The jubilee king in Brunskappel, who shot down the bird 50 years ago, has requested that this year the marksmen march the last meters to the hall through the nearby river. This had not happened for several decades.
Spectators during the parade in Warstein. During the festival, residents are asked to decorate their houses with the club flags.
The king and court are celebrated at the royal table at night. The bird on the ceiling is the emperor bird which is shot out of all kings every five years.
Hans Dieter Baller, a member of the royal household in Warstein for 2018. To be king once is his big dream.
Ladies of the royal household on the royal table in Brunskappel. The royal household is chosen by the King and Queen. At night, the marching band plays directly at the king’s table while people stand on table and chairs.
Preparations for breakfast on the day of the shooting competition in Warstein. The chairs are reserved for the royal couple.
The marksmen and the marching band shortly after entering the marksmen‘s hall in Oberkirchen. The club was founded in 1827 and has about 750 members. Only men are allowed to join the club.
Marco Schäfer, the first flag officer in Brunskappel, poses for a portrait in the marksmen’s hall.
Ladies of the royal household in Balve celebrate the royal couple shortly after the marches. In Balve, the festival is celebrated in a big natural cave.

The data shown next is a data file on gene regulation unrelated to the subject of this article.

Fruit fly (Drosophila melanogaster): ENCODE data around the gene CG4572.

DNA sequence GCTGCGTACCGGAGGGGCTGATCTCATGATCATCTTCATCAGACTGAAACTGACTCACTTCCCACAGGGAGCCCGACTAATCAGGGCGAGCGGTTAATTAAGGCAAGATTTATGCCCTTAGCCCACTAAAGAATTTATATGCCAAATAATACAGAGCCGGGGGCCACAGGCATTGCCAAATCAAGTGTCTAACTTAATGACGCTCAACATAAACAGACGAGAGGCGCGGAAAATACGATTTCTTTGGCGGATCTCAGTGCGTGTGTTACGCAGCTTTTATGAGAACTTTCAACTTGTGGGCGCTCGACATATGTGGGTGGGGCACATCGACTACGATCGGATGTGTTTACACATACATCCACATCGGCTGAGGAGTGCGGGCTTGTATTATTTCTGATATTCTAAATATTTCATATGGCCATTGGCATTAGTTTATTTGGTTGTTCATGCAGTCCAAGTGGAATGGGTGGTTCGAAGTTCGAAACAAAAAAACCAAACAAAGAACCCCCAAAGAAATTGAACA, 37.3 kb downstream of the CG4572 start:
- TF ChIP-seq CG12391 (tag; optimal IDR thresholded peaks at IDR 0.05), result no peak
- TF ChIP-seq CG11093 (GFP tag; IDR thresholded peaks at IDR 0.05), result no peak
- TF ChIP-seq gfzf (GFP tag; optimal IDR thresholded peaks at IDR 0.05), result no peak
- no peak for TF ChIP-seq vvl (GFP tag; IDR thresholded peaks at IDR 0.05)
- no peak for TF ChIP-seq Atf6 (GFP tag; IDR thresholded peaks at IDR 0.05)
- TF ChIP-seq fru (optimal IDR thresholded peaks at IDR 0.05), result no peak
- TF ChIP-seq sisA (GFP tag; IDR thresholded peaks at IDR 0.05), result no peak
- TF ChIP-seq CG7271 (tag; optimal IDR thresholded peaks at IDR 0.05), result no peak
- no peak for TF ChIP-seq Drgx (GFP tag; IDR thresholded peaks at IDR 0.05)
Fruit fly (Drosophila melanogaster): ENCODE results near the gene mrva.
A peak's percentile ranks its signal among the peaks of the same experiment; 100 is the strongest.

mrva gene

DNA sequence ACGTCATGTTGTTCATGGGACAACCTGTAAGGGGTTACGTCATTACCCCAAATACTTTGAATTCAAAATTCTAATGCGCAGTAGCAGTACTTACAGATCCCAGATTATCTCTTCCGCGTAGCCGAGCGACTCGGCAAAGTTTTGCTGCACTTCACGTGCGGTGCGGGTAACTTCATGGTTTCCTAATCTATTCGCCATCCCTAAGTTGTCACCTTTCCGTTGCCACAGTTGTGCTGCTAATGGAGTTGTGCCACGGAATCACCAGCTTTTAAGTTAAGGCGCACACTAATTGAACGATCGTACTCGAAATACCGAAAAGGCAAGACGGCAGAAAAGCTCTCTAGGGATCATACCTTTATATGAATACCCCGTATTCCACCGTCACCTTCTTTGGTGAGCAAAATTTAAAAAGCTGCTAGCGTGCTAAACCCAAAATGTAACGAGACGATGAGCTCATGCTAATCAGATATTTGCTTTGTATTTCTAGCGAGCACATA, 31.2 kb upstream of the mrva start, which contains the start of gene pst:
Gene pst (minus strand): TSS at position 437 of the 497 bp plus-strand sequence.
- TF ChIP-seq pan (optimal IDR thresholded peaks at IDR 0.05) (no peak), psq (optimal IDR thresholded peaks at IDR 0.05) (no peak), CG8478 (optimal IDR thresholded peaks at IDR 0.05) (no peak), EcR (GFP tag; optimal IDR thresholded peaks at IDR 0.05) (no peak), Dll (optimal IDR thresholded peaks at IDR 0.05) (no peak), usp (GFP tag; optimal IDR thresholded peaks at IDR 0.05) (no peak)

One bird is constantly hanging in the marksmen’s hall.
The village, Silbach, used to be a mining town. The usual club clothing for the mining industry was also taken over by the marching band.
Marksmen’s hall of Brunskappel. Club flags are hung in the hall after the parades. In the Sauerland, the halls were built decades ago and belong to the marksmen’s clubs.
Hans-Georg and Kriemhilde Vogt pose for a portrait in Silbach. Georg shot the bird in 1968, which is why the couple celebrate their 50th anniversary in Silbach and get honoured during the festival.
Marksmen during the mass in Siedlinghausen. The sermons mostly deal with the charitable tasks and history of the marksmen.
Two marksmen at the emergency exit of the marksmen’s hall. The beer nearby is usually transported in carrying baskets for 10 beers.